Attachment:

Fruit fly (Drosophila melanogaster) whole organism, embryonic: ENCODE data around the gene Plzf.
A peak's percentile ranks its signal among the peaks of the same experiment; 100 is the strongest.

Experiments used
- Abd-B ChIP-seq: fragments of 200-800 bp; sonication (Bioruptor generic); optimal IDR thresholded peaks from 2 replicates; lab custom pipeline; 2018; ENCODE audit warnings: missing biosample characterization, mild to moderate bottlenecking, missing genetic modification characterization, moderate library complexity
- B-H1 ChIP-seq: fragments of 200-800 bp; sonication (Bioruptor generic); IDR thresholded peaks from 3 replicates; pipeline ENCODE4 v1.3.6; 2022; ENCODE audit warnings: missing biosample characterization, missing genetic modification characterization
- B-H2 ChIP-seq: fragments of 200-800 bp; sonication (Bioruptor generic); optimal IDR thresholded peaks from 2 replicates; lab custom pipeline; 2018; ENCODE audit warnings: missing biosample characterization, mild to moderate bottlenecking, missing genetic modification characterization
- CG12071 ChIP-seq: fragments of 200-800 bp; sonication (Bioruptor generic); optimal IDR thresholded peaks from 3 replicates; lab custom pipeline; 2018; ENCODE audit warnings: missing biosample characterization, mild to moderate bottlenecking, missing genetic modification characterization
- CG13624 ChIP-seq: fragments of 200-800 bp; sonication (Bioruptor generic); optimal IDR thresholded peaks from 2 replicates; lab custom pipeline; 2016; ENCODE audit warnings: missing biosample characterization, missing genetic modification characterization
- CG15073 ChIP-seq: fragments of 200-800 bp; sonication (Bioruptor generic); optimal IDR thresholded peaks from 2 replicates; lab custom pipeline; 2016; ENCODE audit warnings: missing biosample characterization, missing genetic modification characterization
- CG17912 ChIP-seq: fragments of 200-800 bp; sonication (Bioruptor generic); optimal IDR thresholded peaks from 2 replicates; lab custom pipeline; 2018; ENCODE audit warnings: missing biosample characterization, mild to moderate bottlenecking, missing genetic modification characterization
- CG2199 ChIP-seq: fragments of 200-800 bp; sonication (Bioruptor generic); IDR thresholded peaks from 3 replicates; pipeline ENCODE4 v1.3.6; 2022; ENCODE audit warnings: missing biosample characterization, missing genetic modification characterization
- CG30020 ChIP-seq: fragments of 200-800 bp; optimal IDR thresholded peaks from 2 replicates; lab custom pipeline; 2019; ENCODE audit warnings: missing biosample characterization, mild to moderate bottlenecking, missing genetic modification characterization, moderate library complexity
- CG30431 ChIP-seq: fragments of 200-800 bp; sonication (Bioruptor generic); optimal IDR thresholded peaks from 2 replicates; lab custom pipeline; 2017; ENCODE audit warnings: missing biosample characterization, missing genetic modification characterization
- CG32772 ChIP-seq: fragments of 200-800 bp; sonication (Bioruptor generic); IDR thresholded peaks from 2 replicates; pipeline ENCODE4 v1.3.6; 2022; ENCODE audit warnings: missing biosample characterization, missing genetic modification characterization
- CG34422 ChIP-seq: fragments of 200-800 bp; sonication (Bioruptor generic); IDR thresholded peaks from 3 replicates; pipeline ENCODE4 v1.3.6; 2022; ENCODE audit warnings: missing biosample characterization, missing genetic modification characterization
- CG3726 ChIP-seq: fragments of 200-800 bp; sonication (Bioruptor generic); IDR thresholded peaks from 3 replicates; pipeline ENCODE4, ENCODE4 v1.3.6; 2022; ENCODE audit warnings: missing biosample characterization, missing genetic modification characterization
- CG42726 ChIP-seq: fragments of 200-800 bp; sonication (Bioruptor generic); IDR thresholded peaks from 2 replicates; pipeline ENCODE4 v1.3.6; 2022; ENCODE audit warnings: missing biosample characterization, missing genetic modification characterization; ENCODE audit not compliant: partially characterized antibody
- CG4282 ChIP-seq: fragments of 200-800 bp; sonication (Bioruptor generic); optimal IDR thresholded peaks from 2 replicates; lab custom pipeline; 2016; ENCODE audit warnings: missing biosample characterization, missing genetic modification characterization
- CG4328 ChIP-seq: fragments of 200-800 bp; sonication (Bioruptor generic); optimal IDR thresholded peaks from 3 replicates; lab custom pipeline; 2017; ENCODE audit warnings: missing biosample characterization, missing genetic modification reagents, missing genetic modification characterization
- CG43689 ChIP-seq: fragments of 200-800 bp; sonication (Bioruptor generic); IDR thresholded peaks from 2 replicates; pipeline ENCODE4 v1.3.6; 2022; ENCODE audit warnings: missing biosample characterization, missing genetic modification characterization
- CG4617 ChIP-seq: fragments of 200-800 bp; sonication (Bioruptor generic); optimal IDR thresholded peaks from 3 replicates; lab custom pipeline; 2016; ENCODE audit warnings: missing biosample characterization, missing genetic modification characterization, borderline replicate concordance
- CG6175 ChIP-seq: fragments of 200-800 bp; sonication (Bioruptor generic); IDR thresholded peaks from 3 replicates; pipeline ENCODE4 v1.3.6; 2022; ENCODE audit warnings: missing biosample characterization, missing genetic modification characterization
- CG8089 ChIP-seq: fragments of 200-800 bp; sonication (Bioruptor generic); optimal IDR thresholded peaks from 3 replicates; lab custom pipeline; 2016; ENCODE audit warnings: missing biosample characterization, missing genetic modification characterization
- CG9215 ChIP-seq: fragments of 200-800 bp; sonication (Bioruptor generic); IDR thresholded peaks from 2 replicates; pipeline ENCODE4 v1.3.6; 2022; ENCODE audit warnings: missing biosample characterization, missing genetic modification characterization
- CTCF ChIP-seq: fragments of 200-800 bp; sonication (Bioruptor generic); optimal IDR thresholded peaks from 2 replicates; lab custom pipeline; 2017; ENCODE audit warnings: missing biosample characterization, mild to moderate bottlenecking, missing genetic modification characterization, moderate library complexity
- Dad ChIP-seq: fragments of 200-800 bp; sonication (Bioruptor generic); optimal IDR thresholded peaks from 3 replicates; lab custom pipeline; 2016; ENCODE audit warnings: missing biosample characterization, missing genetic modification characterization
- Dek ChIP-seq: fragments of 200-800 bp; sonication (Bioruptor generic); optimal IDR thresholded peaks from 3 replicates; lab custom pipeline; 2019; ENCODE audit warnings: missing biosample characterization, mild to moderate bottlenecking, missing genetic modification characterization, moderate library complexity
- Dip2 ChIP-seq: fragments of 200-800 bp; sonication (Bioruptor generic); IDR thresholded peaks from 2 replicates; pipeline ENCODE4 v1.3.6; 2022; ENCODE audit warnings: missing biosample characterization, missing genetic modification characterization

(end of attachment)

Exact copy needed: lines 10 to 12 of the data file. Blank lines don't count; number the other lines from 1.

- CG17912 ChIP-seq: fragments of 200-800 bp; sonication (Bioruptor generic); optimal IDR thresholded peaks from 2 replicates; lab custom pipeline; 2018; ENCODE audit warnings: missing biosample characterization, mild to moderate bottlenecking, missing genetic modification characterization
- CG2199 ChIP-seq: fragments of 200-800 bp; sonication (Bioruptor generic); IDR thresholded peaks from 3 replicates; pipeline ENCODE4 v1.3.6; 2022; ENCODE audit warnings: missing biosample characterization, missing genetic modification characterization
- CG30020 ChIP-seq: fragments of 200-800 bp; optimal IDR thresholded peaks from 2 replicates; lab custom pipeline; 2019; ENCODE audit warnings: missing biosample characterization, mild to moderate bottlenecking, missing genetic modification characterization, moderate library complexity